Attitude matters for students’ success

MANY people hold firm views on education, and Education Minister Allan Carpenter is no exception.

This became evident during Mr. Carpenter’s extraordinary on-camera pre-election debate with former Education Minister, the impetuous Colin Barnett.

Having attended several fine educational institutions myself – a creche in a United Nations refugee camp in occupied Germany; a state school and a convent school in Wyalkatchem; St Ildephonsus’ College, New Norcia; Leederville Technical College; and the Uni-versity of WA – I’ve also formed views on learning as well as education.

I also have tutored at three Australian campuses – including two years in the University of WA department Mr Carpenter graduated from – and taught at several Perth primary schools as a trainee.

My more than two decades’ involvement with formal learning, as student and teacher, means when-ever well-meaning proponents’ contentions surface I find them difficult to ignore.

Mr Carpenter, on taking over the education portfolio, said he intended to make WA’s public educational sector the best – meaning better than WA’s sizeable and long-established private schooling sector.

An admirable sentiment. But are good intentions good enough, particularly when those holding them have power to spend lots of public money?

The last time WA had a Labor Government, education also was treated as an early high priority.

The (then) Education Minister Bob Pearce launched what’s best described as a broad-ranging education inquiry, headed by one-time Labor Federal Education Minister, Kim Beazley, father of the present Federal Labor leader.

The Beazley committee of 1983-84 came forward with no fewer than 272 recommendations, all of which, presumably, were implemented.

That committee had 26 members, including (then) State School Teachers’ Union chief Ed Harken, who it’s tipped Mr Carpenter will soon name as Director General of Education to succeed outgoing Liberal appointee Peter Browne.

It received submissions from nearly 2000 people and organi-sations with hearings across WA.

Many billions of dollars have been spent on education in State budgets since the Beazley report was tabled.

But, if one believes Mr Carpenter, state education still lags and needs further reform. In April he ann-ounced what he dubbed “the most significant review of public edu-cation in WA for two decades”.

A taskforce, headed by a campus administrator, Professor Alan Rob-son, was convened and is expected to complete its task by August.

It was told to consider “strat-egies”, “priorities”, “resources”, and “outcomes” – all words that sit comfortably in the BBC’s hilarious Yes Minister program.

Unlike Mr Carpenter, I’m not so sure our public education sector is as bad as some contend. And even if it were I doubt if more resources – meaning money – are what’s needed to improve so-called outcomes.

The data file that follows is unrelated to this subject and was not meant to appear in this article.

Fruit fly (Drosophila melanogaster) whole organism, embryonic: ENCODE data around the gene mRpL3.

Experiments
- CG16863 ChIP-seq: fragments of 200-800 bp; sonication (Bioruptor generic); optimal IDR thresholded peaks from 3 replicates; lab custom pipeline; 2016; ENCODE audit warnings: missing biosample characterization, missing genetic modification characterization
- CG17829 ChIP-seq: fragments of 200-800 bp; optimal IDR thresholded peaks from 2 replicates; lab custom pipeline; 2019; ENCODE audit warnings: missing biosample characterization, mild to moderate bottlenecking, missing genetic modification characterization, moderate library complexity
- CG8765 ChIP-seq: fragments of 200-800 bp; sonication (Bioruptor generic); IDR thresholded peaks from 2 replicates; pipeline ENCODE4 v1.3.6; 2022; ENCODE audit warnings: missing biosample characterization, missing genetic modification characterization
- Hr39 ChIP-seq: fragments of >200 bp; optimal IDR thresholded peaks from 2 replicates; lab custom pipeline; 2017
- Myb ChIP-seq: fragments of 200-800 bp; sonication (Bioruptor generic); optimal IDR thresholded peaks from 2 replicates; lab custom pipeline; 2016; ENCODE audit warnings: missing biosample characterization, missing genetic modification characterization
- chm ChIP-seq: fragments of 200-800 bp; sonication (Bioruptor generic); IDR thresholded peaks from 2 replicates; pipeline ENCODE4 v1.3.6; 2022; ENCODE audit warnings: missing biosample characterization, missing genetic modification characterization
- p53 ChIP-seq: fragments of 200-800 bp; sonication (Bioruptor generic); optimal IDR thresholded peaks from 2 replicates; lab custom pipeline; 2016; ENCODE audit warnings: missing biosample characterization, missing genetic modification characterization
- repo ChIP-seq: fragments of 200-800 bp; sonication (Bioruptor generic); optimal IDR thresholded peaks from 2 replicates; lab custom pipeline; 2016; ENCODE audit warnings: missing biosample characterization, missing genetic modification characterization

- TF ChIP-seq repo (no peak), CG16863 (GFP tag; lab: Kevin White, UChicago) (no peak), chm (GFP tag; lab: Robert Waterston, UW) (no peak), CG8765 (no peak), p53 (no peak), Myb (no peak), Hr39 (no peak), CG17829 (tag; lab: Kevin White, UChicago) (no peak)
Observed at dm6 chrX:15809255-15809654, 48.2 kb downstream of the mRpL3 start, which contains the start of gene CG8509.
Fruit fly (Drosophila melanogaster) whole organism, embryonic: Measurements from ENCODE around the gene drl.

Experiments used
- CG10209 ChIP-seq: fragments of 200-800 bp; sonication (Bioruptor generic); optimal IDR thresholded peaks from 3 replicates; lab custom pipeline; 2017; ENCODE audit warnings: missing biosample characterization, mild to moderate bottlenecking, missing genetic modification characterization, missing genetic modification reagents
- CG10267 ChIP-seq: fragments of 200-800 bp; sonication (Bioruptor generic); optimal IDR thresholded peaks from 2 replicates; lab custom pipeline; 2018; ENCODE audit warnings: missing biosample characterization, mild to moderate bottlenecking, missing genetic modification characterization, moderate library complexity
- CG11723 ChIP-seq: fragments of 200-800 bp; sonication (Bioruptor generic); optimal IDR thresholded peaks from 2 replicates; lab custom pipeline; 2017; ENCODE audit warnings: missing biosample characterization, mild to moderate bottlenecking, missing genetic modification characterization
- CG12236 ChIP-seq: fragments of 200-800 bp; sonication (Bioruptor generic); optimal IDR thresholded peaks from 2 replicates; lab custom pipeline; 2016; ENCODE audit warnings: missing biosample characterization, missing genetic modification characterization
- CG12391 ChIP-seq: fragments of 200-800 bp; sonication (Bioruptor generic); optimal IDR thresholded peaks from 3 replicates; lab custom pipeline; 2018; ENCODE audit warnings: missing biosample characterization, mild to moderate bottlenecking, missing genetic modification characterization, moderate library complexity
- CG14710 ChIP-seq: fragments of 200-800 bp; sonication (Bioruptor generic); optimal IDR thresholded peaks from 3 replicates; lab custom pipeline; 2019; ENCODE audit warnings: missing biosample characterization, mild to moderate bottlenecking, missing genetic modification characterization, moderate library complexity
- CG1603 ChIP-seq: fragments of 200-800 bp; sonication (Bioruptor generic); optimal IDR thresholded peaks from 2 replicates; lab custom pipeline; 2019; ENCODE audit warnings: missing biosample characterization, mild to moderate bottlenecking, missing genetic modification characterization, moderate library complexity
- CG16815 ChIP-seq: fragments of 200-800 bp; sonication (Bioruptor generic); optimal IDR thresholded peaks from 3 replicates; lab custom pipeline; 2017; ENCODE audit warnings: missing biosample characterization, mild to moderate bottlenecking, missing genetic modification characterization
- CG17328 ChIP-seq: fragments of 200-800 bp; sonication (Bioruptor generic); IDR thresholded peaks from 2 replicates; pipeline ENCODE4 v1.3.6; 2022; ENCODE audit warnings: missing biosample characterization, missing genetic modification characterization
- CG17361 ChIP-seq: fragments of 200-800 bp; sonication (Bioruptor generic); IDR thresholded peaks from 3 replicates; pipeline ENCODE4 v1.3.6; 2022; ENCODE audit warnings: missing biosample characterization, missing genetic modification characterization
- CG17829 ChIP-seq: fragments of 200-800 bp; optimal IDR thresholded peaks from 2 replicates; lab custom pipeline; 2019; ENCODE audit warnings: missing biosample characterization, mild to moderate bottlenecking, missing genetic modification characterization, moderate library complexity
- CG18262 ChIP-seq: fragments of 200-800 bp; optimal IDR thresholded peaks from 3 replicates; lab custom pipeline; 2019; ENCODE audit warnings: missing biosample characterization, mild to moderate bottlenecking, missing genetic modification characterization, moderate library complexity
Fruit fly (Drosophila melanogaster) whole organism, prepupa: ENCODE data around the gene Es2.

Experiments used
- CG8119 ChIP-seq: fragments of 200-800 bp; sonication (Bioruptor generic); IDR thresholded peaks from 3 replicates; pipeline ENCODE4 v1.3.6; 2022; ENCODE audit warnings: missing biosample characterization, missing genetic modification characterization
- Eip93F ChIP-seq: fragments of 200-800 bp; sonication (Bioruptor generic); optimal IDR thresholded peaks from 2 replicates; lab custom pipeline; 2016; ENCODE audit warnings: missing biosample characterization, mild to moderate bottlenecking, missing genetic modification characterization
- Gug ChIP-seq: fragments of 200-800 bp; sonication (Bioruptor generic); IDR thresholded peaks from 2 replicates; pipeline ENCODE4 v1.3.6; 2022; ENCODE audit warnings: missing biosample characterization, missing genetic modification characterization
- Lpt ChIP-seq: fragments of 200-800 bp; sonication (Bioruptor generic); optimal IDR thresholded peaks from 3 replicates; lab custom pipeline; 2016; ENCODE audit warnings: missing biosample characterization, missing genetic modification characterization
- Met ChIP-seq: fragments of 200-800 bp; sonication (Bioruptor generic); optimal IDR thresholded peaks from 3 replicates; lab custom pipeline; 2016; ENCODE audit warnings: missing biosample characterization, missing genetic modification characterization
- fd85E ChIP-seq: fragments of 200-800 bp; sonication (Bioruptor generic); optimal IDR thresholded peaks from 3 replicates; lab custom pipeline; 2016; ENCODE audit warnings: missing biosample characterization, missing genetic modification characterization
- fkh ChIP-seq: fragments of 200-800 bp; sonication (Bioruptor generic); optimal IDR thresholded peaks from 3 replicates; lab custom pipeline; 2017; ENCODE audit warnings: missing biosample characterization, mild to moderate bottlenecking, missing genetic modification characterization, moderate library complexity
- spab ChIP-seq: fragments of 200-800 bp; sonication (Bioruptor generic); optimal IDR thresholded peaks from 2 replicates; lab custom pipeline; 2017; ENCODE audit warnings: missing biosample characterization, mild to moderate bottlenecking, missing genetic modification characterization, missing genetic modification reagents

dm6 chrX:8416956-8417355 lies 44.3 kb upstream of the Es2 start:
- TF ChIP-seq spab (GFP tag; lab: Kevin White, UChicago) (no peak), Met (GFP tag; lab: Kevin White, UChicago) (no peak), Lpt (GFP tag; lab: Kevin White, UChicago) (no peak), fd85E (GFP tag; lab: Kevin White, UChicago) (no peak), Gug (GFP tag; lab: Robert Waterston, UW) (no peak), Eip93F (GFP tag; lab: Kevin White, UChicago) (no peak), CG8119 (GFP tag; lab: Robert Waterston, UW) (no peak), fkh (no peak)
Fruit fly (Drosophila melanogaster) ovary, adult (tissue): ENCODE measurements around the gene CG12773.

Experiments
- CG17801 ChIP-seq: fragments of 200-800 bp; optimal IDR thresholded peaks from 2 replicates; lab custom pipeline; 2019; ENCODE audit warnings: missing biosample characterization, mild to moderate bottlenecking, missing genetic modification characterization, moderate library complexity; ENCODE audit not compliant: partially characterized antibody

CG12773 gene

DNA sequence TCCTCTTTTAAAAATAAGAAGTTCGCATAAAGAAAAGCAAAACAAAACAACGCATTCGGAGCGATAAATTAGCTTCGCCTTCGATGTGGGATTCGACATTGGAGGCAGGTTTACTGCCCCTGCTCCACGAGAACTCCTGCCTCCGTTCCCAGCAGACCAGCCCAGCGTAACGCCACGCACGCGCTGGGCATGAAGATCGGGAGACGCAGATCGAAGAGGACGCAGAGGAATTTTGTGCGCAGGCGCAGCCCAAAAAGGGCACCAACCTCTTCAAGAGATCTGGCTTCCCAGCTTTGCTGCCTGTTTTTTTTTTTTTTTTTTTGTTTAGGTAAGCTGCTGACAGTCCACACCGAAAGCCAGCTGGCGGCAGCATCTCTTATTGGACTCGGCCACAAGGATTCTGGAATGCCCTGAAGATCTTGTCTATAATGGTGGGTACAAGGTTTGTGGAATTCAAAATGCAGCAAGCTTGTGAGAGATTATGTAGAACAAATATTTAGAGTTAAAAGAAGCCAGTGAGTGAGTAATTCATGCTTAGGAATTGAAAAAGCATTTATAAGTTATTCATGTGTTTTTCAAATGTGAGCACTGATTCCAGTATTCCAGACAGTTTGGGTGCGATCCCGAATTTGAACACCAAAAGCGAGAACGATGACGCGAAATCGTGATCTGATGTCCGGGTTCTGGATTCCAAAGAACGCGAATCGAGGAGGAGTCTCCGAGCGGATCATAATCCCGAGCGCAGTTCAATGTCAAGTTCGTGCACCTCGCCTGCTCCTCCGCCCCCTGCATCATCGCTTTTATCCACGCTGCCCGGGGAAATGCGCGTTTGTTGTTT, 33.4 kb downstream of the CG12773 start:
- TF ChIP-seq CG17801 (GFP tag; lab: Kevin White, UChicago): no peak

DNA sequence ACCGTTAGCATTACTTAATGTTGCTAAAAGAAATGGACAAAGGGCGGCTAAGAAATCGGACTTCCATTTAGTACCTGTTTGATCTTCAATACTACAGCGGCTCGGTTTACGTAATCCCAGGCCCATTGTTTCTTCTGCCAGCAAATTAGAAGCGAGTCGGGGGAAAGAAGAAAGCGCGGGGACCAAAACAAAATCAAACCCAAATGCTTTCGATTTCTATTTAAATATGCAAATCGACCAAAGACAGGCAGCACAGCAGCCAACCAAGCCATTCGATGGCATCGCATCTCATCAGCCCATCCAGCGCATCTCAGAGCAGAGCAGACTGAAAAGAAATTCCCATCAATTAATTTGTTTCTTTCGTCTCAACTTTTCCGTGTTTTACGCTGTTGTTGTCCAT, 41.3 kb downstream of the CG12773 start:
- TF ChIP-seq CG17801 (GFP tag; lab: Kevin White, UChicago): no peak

Something my teaching years taught me was that two factors are crucial in any student’s progress – their aptitudes and attitudes.

Aptitudes refer to innate ability, with not everyone capable of being an Albert Einstein or Bertrand Russell.

Aptitudes vary markedly between students, and cultures for that matter, with some showing abilities in purely academic disciplines while others have strengths in more practical, artistic or organisational endeavours.

But over and above such disparities is the too-often-forgotten matter of attitudes, meaning stu-dents’ motivation, resolution and commitment – what footy coaches at three-quarter time often call “guts and determination to win”.

That’s what largely determines success and achievement, in learning as much as in footy and other sports.

But unlike aptitudes, attitudes are something we can steadily do something about, and for very little cash.

Yet politicians and educational bureaucrats usually overlook this, preferring to focus on bureaucratic phraseology like resources, priori-ties, strategies and outcomes.

Linked intricately with students’ attitudes is their home environment, parental interest in, and dedication to, learning.

Homes in which learning isn’t highly valued are altogether unlikely to produce students with a desire to succeed scholastically.

A noted general difference between parents who place their children in private and public schooling – many of my teacher friends contend – is that those opting for the former, by and large, take a greater interest in their children’s scholastic progress, for work life income reasons, if for no other.

But a conducive home environ-ment tends to reflect itself in scholastic performance irrespective of the type of school one attends.

Yet, of the Beazley Report’s 272 recommendations only three even carried the word “parents” – numbers 24, 194 and 272.

Mr Carpenter would be wise to consider mellowing his early reliance on Orwellian newspeak taskforces and devise ways of encouraging and enhancing the roles parents play in successful learning outcomes for students.

He could, for example, consider creating a small, low-cost parental instruction unit within his depart-ment that employed competent retired state and private teachers to demonstrate to and lecture parents and parent groups on how they can improve home environments to help ensure their children study more successfully.

If he did that he may amaze himself and find he could even begin trimming the huge departmental budget and, at the same time, witness the scholastic performance of WA children markedly improving.

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